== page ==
EU & the World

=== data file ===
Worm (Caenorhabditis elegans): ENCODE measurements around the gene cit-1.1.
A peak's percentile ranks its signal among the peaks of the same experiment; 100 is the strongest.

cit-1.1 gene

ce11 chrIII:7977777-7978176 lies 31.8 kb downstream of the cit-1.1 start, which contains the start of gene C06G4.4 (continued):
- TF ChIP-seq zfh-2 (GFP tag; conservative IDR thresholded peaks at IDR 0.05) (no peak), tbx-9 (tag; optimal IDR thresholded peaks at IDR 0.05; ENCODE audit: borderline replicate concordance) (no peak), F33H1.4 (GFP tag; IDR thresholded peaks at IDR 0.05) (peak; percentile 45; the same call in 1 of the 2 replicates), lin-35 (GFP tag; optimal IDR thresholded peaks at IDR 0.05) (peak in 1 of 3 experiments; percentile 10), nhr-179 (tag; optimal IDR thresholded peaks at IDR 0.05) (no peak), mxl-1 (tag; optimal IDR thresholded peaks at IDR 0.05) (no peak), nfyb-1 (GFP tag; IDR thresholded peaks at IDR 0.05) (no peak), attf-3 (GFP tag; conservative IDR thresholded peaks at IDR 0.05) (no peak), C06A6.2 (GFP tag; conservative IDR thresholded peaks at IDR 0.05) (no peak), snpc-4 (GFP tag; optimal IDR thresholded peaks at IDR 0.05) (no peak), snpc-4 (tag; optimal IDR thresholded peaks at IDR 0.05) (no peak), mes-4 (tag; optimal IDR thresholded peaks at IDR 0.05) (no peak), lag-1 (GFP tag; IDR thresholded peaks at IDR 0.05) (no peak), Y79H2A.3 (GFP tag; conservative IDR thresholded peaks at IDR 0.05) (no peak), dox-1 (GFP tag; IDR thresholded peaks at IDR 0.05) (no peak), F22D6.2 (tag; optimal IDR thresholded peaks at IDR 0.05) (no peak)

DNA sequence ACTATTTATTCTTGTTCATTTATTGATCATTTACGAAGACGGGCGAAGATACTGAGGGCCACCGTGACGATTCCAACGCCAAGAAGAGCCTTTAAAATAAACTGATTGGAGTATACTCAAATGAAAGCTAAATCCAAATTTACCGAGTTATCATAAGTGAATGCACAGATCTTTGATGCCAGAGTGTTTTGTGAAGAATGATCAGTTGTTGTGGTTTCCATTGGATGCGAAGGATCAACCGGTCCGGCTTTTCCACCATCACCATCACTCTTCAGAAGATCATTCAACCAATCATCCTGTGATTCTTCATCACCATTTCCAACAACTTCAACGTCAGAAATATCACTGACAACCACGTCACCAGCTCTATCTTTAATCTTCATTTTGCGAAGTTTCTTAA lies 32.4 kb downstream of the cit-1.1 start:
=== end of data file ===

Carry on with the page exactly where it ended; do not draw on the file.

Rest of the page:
Over the past half-century, the European Union (EU) has become the most advanced example of regional integration and pooling of sovereignty in the world. As it has evolved, the EU has not only taken over many internal legislative and regulatory functions from its constituent member states, it has also started to behave as an international actor in its own right. This course examines the ways in which the peculiar attributes of the EU influence the way it behaves on the international stage, analyzes the specific policies it pursues in different regions of the world, and studies the obstacles it faces due to current challenges in Europe. We begin with a brief crash course on the EU’s history, institutional development, and current external policy architecture. Then we explore the predicaments the EU faces due to its status as neither a state, nor a traditional international organization. We investigate how the EU can ensure it acts coherently, develops capabilities to enact its preferences, and is viewed as a legitimate international actor by other players in the international arena. The class then turns to specific areas of EU external policies, to illustrate these dilemmas through concrete examples. Many of these tackle the EU’s neighborhood: its policies toward the Southern Mediterranean, the Balkans and Ukraine. Others will address more topical policies such as the EU’s development policies, its role in international trade and global security, or its influence on multilateral rules and institutions. At the end of the course, we will survey current challenges facing Europe, and discuss ways the migration crisis, political instability and the Brexit vote may influence the future of the EU as a global actor. The reading load for the course is around 100-150 pages per week. There is only one short book to purchase, but students are expected to have acquired and read it by the first class meeting: John Pinder & Simon Usherwood: The European Union: A Very Short Introduction, Oxford University Press, 2013 (3rd Edition). Grading is based on a short paper (15%), a policy memo (15%), an in-class presentation (10%), a final research paper (40%), and class participation (20%).